TTMCs have dedicated bus terminal, depot, private vehicle parking facility and commercial establishments. Bus terminals are on the ground floor, except in Yeshwanthpur TTMC, where both ground and first floors are used for buses. Ground floor also has passenger amenities like shops, toilets etc. The upper floors may be rented out for commercial establishments or used for parking. Vijayanagar, Yeshwanthpur, Domlur and ITPL TTMCs have separate buildings for Multi Level Car Parking (MLCP) next to the bus terminals.

Lack of space within TTMC is an issue. In Jayanagar bus terminal, there are five passenger platforms, of which two are very narrow, about 1.5 m wide. Narrow platforms force passengers move across bus bays, heightening accident risk. The widest platform in this terminal is occupied by a separate seating facility for airport passengers. Though the number of airport passengers is far lesser than regular passengers, they are allotted more space.

Jayanagar, Banashankari and Vijayanagar TTMCs are located at junctions and the exit is such that buses join the junction directly, causing congestion and risk for pedestrians. Junction improvement is recommended in these cases.

In addition to this, the report says that the shape of some sites is odd (like in Banashankari and Jayanagar TTMCs), making it difficult for buses to move through. Many are not equipped to handle enough number of buses during peak hours. DULT recommends that Traffic and Transportation study should be done considering the impact when TTMC becomes operational. Purpose of trips – work, interchange, park n ride etc – should also be assessed to calculate demand.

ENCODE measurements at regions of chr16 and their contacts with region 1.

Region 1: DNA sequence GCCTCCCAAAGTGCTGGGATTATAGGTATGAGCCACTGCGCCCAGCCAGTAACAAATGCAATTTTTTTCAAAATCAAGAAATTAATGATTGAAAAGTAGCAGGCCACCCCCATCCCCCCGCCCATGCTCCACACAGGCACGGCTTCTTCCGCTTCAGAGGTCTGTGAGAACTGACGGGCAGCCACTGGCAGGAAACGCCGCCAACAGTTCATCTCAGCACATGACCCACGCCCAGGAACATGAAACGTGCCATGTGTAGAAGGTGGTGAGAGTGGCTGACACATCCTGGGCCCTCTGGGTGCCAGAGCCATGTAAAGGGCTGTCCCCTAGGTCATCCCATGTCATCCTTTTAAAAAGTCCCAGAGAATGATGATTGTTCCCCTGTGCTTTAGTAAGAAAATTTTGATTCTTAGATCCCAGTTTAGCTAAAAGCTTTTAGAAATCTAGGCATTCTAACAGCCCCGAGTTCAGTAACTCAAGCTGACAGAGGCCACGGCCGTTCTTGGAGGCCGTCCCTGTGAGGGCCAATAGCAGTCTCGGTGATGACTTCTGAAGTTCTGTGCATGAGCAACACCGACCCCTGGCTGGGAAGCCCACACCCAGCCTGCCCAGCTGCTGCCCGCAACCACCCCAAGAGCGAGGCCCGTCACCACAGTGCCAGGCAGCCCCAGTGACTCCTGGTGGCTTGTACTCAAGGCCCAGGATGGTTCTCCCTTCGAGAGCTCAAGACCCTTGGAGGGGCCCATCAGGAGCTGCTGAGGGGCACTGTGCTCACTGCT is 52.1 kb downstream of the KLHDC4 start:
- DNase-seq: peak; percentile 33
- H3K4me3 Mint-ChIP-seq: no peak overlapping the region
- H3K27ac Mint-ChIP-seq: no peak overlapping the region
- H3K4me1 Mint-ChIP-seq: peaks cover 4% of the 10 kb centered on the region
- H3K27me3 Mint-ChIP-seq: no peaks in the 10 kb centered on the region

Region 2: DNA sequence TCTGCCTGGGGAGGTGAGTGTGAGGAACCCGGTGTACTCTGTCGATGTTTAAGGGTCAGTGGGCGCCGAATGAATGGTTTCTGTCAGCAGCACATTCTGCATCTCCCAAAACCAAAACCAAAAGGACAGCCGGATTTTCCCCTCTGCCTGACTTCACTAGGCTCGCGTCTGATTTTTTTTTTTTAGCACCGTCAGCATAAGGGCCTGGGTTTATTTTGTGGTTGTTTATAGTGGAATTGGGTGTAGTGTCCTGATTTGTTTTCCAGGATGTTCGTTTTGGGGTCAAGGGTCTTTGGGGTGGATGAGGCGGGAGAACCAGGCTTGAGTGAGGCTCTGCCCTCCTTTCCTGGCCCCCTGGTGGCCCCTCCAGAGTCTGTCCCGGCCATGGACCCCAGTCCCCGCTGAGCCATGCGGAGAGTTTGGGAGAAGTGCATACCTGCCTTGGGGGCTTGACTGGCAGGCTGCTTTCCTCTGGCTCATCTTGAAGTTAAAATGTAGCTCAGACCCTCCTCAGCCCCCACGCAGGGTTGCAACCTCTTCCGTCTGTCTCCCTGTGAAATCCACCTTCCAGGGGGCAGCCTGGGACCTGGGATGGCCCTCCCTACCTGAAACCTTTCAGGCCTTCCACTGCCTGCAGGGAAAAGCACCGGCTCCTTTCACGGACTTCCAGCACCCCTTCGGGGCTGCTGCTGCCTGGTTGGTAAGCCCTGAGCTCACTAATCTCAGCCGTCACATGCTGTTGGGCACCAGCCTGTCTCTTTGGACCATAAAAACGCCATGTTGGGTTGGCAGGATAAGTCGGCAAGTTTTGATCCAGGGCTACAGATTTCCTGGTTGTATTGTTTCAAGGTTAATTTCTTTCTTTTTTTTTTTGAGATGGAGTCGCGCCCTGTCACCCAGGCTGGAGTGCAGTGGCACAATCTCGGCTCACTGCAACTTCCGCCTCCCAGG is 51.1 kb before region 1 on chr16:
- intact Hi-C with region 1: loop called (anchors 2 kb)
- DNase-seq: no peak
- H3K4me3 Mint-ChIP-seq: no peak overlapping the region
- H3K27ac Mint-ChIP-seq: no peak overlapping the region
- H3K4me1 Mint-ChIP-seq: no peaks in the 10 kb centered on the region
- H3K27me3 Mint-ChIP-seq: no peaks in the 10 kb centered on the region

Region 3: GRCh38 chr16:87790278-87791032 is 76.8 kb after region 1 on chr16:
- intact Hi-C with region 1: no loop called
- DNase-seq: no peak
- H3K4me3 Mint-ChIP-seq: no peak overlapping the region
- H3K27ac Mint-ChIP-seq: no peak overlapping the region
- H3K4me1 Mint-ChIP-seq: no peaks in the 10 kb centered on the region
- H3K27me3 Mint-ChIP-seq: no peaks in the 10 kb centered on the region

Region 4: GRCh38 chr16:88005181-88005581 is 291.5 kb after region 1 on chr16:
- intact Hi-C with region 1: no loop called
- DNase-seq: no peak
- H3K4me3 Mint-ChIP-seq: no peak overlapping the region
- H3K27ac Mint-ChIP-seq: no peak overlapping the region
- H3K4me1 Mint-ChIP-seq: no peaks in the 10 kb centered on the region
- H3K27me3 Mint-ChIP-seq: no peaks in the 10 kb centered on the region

Pic: Pranav Nandan.

 

Land acquisition and change in building structure has been proposed in Domlur and Vijayanagar TTMCs to facilitate smooth turning of buses. Domlur TTMC violates the RMP rule that a buffer zone of 50 m should be left around primary drains – the TTMC is located right next to a primary drain. Domlur TTMC is also located in the one-way Ulsoor road, off old Airport road. Only vehicles coming from the relatively less used Ulsoor road can use TTMC, causing it to operate below capacity.

The report also says commercial usage should be secondary to transit – a market study should be done before allocating commercial space. Parking space should be leased out separately rather than providing it for usage of commercial establishments.

BMTC’s response

In February 2011, BMTC responded to DULT’s recommendations, agreeing to accept some of them. It has agreed to provide pedestrian markings and signage, and in some cases proper entry/exit points. In Koramangala TTMC, BMTC has added a new bus bay and passenger platforms as per recommendations.

But majority of the responsibility has been shifted to other organisations. BMTC says BBMP is responsible for undertaking junction improvement and TTMC’s integration with Metro/railways. BBMP has been asked to build skywalks and subways to facilitate pedestrian road crossing. In cases where land acquisition has been proposed, BMTC is non-committal. Regarding the parking and transport studies that DULT recommends, BMTC says that the studies will be done once the TTMCs become operational.

A senior officer at DULT says on condition of anonymity, "various traffic studies are mandatory before and after constructing TTMCs, and these were not done. BMTC is an operating agency and not a planning authority, and were not aware of many studies. It has agreed to make small changes now, but not major capital investments to remedy the situation. Instead they shift this burden to BBMP, which already is a cash strapped agency."